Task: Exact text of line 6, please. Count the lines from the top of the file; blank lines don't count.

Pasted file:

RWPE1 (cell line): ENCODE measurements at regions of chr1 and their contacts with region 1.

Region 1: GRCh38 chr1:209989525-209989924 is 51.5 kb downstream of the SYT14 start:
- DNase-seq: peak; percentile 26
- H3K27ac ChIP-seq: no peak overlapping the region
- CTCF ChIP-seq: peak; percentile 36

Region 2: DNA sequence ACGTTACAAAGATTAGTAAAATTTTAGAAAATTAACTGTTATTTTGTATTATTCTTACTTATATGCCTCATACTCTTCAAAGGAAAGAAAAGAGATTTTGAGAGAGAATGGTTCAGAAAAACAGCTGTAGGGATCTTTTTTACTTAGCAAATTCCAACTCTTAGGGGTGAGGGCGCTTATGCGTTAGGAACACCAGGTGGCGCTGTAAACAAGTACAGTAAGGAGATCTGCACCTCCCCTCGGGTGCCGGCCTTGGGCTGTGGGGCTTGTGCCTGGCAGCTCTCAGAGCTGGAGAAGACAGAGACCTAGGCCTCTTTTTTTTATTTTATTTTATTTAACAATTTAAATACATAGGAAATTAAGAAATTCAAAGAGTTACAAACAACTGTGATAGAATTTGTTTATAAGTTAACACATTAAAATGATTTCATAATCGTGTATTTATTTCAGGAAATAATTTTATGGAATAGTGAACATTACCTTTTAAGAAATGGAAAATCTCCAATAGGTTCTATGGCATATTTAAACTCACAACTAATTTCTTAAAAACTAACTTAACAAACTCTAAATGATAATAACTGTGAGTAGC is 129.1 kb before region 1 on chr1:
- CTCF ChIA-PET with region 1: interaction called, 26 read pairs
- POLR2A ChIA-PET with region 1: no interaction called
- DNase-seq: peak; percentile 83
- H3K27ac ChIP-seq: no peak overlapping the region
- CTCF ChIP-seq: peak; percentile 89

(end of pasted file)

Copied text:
Region 2: DNA sequence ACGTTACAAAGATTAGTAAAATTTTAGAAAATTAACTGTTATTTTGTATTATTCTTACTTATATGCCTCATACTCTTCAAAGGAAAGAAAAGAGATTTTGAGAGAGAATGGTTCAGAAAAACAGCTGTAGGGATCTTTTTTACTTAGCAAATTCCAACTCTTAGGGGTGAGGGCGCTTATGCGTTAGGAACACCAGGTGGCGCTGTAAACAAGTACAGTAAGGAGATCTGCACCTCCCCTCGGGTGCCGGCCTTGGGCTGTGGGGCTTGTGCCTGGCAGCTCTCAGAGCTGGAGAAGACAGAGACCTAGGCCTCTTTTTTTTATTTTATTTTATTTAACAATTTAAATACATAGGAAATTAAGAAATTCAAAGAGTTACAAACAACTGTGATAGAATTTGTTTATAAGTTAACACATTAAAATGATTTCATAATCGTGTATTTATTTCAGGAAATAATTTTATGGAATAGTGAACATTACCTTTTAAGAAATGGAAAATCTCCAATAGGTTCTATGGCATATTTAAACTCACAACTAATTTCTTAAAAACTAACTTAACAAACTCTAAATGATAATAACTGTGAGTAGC is 129.1 kb before region 1 on chr1: